- Ask yourself what your intention is for the day. This can help you to prepare for the upcoming day and think about what you want to achieve.
- Some other useful questions you could ask yourself include, “What do I need to take care of myself today?” or “How can I feel more fulfilled throughout my day?”
- Think about the answers to these questions, and then decide on what your intention is for the day. For example, “Today I will look after myself and be kind to myself,” or “Today I will stay grounded.”
You might be used to multi-tasking but it’s not always productive.
Studies have found that when our mind jumps around between tasks, we are less efficient and more likely to make errors, especially if the tasks are complex and require a lot of focus.
Free up your focus by engaging in single-task mindfulness. Concentrate on one task that you’re doing, and then follow these steps during the activity.
- Focus on how you’re breathing. Don’t try to control how you’re breathing. Just be aware of it.
- Focus on how your body feels, such as how you feel while sitting in your chair or how you feel while standing.
- Feel the sensation of the air or your clothes against your skin. If you’re outside, you could also focus on the feeling of the breeze and sun on your skin.
- Pay attention to the posture of your body.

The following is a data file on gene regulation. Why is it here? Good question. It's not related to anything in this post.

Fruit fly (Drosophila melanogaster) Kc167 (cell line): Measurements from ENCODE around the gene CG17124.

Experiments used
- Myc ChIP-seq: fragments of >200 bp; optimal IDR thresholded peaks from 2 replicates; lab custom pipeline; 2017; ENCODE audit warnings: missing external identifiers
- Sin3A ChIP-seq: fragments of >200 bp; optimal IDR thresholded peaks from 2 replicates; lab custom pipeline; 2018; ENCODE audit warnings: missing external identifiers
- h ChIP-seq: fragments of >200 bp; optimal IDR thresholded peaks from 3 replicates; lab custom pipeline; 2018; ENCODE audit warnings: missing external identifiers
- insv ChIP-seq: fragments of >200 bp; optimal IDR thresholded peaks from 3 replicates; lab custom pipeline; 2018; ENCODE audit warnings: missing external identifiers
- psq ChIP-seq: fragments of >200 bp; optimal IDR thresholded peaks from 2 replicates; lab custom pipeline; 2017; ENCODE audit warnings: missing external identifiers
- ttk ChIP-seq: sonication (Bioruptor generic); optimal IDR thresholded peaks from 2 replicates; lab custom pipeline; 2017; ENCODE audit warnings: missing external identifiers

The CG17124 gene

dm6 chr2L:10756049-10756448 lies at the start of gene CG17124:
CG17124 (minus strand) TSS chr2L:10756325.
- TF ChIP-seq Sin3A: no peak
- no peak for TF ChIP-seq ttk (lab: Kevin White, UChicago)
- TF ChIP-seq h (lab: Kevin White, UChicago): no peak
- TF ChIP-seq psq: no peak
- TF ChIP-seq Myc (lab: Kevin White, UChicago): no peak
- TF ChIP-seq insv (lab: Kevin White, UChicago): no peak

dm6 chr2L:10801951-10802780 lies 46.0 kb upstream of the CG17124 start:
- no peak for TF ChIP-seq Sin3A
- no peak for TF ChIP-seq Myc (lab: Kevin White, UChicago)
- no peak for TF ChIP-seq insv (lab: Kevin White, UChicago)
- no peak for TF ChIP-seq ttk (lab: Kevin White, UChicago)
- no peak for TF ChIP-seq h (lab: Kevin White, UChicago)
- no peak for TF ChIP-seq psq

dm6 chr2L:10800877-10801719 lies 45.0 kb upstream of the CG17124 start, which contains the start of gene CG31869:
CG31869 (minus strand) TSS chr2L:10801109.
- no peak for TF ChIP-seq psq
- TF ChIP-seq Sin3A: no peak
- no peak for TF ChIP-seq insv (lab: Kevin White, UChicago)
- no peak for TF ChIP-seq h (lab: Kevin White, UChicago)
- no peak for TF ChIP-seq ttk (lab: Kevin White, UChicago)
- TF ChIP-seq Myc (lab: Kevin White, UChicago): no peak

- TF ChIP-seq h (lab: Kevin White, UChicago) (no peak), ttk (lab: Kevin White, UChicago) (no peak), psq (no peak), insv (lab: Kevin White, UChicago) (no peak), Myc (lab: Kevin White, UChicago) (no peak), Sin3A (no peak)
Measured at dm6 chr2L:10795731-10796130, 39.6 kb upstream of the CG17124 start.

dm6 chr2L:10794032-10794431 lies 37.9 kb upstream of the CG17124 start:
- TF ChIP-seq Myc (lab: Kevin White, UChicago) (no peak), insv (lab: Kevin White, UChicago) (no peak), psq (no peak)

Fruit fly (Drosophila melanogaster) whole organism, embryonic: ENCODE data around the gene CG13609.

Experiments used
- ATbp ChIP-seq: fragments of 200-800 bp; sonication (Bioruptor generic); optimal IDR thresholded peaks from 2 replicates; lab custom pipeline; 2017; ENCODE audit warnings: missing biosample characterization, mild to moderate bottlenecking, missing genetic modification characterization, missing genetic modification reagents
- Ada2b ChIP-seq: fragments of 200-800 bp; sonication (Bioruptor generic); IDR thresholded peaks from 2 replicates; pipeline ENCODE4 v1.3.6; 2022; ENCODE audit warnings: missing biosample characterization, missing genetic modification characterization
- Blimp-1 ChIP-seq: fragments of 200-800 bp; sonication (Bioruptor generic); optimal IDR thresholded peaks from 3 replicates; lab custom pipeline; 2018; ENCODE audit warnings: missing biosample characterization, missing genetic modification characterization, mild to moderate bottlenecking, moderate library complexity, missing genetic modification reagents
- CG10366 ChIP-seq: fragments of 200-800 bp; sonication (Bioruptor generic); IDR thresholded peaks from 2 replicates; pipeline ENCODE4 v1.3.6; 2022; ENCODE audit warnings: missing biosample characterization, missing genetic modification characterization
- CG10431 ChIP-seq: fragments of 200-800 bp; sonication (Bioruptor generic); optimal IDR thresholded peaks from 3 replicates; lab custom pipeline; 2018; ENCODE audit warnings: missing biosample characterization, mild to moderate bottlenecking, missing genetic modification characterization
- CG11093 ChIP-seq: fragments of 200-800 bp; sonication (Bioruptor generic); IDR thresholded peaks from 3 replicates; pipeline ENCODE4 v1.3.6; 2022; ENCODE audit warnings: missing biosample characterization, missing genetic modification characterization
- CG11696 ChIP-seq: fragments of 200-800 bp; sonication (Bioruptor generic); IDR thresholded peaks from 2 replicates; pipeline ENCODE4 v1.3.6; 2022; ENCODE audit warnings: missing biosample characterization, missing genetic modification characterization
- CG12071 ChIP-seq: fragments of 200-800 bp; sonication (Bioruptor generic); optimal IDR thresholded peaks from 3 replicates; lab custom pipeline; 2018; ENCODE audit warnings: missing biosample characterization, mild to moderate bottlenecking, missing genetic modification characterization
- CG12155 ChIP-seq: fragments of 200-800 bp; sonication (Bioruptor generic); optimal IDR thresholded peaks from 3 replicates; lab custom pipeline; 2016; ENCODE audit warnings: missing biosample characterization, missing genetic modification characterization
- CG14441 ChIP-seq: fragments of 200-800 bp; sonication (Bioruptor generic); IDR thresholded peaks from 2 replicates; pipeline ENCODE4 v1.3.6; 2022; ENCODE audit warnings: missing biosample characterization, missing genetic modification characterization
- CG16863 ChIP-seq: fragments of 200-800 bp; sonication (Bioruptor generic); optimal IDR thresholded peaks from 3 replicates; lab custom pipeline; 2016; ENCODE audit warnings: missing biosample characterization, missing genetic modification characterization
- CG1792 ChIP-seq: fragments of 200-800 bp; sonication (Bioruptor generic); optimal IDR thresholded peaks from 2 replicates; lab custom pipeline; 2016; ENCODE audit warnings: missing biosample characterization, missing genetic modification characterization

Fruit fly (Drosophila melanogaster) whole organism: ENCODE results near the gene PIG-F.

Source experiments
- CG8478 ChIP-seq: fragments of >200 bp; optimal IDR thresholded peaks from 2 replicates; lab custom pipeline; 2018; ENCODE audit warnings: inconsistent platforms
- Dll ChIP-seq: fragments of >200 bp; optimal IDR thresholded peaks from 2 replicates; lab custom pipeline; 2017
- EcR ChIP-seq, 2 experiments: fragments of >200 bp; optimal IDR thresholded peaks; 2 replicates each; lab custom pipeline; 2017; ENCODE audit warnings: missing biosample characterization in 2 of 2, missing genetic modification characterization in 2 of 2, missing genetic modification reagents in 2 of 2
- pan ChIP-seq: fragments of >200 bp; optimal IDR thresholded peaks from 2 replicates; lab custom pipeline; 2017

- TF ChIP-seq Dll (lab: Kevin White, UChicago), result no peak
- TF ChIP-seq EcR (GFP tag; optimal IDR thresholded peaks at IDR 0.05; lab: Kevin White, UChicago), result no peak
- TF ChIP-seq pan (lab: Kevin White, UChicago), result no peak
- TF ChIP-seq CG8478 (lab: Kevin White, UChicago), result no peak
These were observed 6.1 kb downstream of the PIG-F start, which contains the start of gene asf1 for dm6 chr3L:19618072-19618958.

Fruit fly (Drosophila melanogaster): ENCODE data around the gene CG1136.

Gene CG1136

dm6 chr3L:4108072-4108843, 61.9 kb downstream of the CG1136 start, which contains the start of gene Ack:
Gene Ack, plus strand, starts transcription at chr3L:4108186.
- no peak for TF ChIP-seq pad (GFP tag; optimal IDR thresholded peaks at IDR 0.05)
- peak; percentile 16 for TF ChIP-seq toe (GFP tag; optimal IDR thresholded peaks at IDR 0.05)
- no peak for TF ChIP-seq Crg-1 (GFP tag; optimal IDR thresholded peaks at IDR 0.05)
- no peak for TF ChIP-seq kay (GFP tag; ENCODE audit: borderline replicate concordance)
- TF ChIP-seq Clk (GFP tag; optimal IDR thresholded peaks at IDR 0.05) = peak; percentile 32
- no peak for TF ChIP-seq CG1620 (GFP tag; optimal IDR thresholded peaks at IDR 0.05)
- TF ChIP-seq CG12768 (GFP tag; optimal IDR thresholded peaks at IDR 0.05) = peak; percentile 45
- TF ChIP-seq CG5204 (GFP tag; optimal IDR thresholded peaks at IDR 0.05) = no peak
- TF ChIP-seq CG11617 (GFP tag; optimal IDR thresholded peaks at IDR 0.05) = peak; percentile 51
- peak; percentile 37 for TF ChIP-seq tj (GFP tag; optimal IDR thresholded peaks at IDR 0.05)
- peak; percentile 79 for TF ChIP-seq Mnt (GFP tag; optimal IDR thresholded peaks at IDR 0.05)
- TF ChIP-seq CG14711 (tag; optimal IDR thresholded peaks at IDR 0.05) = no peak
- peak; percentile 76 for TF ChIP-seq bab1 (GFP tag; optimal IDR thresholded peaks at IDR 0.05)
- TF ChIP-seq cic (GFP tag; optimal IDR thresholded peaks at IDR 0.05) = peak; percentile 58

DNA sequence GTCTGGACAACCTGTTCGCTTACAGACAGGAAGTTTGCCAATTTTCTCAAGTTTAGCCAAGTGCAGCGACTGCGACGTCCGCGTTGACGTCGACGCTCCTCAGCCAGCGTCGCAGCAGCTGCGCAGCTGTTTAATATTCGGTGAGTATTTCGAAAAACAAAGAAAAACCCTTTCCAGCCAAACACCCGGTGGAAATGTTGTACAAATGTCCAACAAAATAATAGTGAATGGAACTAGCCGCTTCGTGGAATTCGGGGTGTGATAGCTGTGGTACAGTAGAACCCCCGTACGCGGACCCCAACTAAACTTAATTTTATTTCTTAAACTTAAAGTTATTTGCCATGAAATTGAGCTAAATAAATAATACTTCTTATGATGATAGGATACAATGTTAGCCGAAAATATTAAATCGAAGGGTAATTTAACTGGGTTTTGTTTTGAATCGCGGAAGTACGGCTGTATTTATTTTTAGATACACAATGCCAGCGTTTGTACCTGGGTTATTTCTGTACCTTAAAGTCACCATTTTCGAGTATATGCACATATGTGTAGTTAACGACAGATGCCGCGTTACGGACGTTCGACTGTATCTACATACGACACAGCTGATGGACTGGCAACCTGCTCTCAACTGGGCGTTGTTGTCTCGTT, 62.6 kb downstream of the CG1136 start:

The above steps bring your attention to your task while preventing you from being distracted by other thoughts. They can also help you to deal with stress.
This is another mindfulness exercise you can do wherever you are and it focuses on your breathing so that you can cultivate a calmer, more peaceful attitude.
The reason why it’s called “box breathing” is because you breathe for certain counts while visualizing a box in your mind. Here’s how to do it.
- Start by inhaling to the count of four. While you do this, visualize the top edge of a box.
- Hold your breath for four counts, and visualize going down along the right side of the box.
- Exhale for a count of four, while visualizing that you’re moving from the right to the left along the bottom of the box.
- Hold your breath for another count of four, while visualizing your eyes moving along the left side of the box and then back to the top.
- Repeat this a few times for at least a minute.
Tip: If you battle to imagine the box in your mind while you do this exercise, it can be useful to first read through the exercise’s steps to familiarize yourself with how to do it.
Pause At The Door
This is an exercise you’ll like because it’s quite different from the others we’ve featured so far. This is a mindfulness habit that can help you to be more aware as you move through your day.
How it works is that whenever you walk through a door, such as by stepping into a room in the house or walking through your front door, you should pause for a second and take a breath.
Pay attention to the differences you feel in every space you enter.
What are the three main characteristics of mindfulness?
The three mindfulness characteristics are attention to cultivating awareness, attention to what’s happening in the present moment, and a non-judgmental attitude that is also kind.
How can mindfulness improve your relationships?
Many of our responses and behaviors are habitual, so shifting them into more positive ones can benefit our relationships.
Mindfulness can help us become aware of our habits, such as during communication, and improve them.
If you want to be more mindful, you can dedicate time to mindful meditation but you can also do mindfulness exercises.
In this article, we’ve looked at 10 of the best mindfulness exercises, why they’re useful, and how they can help you to become more aware.